It is difficult to understand why, for example, Shaker Aamer, a Saudi national brought to Guantanamo when it first opened but cleared for release in 2007, is still in prison. By several accounts, he was caught up in the dragnet accidentally. Journalist Victoria Brittain details the capture of Aamer in her book "Shadow Lives." Aamer, an interpreter for some lawyers in England, had moved his family to Afghanistan five months prior to Sept. 11. The school where Aamer was teaching English was destroyed in November 2001. His pregnant wife and children fled to Pakistan to escape the chaos. Aamer, who had stayed behind to look after their house, was grabbed and traded to an armed group by bounty hunters, and eventually sold to U.S. forces for $5,000. Aamer, who was initially overjoyed to have been rescued by American forces, was moved to Bagram, and then on to Guantanamo, where he remains to this day, after a decade of torture and abuse.
Despite a vigorous campaign by Aamer’s family, his lawyer Clive Stafford Smith, and Aamer himself, there was seemingly no exit, at which point Aamer and and his fellow prisoners have gone on a deathly hunger strike. Rather than releasing him, the U.S. government responded with brutal force feedings (exemplified vividly in a clip recorded by rapper Mos Def). The status of the prisoners on hunger strikes are no longer communicated by the U.S. military as of December 2013, as the latter has determined that it was no longer in their own interest to do so.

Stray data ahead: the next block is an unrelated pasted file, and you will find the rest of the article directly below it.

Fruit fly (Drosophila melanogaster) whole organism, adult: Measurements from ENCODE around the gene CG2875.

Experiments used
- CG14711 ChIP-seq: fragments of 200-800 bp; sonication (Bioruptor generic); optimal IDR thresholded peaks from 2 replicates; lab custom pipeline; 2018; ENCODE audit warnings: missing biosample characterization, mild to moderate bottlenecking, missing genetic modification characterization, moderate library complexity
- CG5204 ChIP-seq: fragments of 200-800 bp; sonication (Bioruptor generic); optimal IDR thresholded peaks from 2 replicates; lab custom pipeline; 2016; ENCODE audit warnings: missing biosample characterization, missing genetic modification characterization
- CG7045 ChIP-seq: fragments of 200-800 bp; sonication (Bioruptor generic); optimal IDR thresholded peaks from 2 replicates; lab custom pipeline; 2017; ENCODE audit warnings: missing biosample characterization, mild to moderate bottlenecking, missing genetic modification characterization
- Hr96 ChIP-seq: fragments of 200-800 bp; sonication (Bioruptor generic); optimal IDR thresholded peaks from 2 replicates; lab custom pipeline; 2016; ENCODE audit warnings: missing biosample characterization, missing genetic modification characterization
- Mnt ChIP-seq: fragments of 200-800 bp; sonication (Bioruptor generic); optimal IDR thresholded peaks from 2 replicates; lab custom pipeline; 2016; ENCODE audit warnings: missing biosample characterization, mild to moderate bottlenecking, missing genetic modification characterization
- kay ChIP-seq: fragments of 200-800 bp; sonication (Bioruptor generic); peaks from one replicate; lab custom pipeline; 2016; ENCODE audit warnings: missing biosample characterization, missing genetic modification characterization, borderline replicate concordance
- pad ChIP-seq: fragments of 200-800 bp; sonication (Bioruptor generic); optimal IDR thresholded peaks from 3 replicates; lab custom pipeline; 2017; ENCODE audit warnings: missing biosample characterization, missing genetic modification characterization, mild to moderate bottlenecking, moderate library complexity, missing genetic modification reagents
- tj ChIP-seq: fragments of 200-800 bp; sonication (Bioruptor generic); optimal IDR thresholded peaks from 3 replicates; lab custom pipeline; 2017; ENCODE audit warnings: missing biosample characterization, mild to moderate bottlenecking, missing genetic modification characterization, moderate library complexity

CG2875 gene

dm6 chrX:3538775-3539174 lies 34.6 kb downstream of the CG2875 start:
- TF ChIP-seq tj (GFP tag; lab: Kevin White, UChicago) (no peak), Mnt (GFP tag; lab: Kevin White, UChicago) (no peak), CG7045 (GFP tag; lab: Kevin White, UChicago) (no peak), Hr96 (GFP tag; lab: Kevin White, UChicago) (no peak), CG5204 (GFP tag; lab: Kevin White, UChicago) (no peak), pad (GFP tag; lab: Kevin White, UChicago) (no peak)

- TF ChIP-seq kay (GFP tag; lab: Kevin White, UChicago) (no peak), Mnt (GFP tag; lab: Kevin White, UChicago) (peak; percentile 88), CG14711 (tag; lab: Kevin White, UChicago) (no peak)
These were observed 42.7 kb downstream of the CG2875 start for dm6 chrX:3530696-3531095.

So, why are five high-level Taliban detainees being released while Aamer and others — who present no security threat, according to the U.S. government -- are left rotting in prison? It could be due to several reasons.
First, it may be the case that the U.S. and the Taliban were able to agree on which third country would receive custody of the prisoners. For the U.S., the issue of closing Guantanamo has rested on the question of where to release the detainees. This question has more or less legitimacy, depending upon which moment it has been asked. Thus, when the U.S. was considering the release of several Uighurs of Chinese nationality who had been cleared, it rejected the offers of several Uighurs who were U.S. nationals to receive custody of these detainees. As Muslims and Chinese nationals, the Uighurs would undoubtedly have been persecuted had they been released to China. But even though it was clear that the Uighurs posed no threat to Americans, they were not released until countries like Palau, Bermuda, Albania,